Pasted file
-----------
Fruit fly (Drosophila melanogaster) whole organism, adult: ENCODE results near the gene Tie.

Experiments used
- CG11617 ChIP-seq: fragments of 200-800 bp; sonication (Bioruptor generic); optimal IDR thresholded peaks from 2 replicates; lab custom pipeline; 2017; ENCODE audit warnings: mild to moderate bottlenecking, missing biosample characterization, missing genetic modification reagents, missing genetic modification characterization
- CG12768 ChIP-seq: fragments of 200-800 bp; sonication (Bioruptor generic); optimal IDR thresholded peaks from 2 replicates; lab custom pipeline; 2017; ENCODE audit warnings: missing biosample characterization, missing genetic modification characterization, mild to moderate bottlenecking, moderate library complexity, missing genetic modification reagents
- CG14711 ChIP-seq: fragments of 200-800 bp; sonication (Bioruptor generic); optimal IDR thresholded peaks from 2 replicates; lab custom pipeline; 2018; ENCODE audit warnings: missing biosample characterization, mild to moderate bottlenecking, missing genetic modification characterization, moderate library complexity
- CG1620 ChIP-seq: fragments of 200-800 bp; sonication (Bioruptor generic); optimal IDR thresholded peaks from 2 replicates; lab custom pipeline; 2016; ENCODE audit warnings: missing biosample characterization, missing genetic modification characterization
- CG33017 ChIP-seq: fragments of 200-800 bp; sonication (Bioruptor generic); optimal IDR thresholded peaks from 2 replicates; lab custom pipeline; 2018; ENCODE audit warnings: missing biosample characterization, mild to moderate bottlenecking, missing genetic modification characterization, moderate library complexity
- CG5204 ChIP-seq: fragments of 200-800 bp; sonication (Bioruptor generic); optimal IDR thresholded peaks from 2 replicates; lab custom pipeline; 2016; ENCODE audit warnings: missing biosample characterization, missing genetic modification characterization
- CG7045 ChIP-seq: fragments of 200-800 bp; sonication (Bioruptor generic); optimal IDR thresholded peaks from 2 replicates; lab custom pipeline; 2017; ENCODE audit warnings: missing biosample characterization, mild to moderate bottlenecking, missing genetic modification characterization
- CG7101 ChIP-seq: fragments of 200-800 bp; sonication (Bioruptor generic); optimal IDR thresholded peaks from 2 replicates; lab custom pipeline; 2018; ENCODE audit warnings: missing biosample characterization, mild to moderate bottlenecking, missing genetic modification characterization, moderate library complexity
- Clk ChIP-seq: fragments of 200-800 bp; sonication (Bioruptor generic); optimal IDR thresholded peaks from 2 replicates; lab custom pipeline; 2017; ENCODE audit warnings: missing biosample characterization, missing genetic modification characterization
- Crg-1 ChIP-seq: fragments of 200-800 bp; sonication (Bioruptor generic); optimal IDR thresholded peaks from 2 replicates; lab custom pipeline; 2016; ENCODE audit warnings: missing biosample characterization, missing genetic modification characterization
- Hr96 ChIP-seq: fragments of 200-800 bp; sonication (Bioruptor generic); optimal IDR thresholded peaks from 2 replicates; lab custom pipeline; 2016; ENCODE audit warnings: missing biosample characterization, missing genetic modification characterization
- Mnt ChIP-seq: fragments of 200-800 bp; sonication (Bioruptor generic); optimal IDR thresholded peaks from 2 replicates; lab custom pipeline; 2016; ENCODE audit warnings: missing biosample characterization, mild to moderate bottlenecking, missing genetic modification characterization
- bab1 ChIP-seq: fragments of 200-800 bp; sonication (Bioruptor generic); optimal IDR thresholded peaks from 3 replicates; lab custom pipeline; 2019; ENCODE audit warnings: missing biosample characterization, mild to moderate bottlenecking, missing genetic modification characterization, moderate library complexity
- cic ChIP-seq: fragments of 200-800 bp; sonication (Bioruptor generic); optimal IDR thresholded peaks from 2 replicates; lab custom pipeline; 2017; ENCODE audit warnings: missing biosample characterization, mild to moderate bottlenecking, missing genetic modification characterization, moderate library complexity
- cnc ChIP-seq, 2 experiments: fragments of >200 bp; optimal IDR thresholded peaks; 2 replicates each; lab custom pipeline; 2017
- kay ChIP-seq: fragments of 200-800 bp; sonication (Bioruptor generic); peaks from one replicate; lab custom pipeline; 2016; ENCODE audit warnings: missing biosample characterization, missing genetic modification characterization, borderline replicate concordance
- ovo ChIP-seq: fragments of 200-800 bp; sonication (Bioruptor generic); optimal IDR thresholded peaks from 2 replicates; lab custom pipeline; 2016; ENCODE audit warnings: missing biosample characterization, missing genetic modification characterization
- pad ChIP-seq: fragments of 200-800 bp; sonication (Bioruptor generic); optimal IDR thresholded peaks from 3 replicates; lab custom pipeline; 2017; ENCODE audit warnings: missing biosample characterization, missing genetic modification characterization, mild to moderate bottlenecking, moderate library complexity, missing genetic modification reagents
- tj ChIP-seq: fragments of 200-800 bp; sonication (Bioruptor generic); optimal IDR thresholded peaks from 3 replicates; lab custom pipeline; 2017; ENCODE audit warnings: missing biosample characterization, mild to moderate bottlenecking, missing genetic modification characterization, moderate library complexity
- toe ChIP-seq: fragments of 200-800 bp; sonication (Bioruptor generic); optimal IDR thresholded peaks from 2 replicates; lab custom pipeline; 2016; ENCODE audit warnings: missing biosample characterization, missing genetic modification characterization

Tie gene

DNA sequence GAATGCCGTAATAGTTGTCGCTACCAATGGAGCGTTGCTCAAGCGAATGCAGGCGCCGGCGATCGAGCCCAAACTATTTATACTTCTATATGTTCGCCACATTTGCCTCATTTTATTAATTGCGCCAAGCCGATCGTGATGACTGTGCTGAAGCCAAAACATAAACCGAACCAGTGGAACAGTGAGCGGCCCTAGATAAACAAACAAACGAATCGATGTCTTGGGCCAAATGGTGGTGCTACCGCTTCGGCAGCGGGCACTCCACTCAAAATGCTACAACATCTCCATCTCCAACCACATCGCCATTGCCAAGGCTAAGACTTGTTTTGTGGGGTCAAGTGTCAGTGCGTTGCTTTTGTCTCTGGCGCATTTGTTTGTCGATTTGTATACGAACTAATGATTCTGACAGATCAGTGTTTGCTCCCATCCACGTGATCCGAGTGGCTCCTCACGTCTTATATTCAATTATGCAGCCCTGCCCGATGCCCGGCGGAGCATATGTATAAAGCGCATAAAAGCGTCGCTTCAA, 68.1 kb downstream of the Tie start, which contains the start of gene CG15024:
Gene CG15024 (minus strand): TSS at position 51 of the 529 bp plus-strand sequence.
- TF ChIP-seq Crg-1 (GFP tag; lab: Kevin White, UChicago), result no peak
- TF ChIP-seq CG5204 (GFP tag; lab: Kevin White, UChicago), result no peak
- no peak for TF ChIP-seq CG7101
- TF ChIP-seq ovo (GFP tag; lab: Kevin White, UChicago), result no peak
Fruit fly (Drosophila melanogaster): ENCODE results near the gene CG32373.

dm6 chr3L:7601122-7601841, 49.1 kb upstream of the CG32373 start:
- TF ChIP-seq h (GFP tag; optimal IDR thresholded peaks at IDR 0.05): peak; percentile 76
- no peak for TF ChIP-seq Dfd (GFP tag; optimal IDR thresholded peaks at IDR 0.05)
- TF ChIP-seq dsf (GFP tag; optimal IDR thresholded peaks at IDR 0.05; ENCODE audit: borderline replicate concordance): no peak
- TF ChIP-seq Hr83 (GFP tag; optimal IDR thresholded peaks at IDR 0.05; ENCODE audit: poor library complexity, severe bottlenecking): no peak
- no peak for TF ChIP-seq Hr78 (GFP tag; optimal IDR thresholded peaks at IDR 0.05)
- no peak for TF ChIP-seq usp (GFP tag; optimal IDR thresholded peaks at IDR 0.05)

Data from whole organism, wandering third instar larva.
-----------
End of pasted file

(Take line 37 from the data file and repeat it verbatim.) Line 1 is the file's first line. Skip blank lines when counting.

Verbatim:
- no peak for TF ChIP-seq usp (GFP tag; optimal IDR thresholded peaks at IDR 0.05)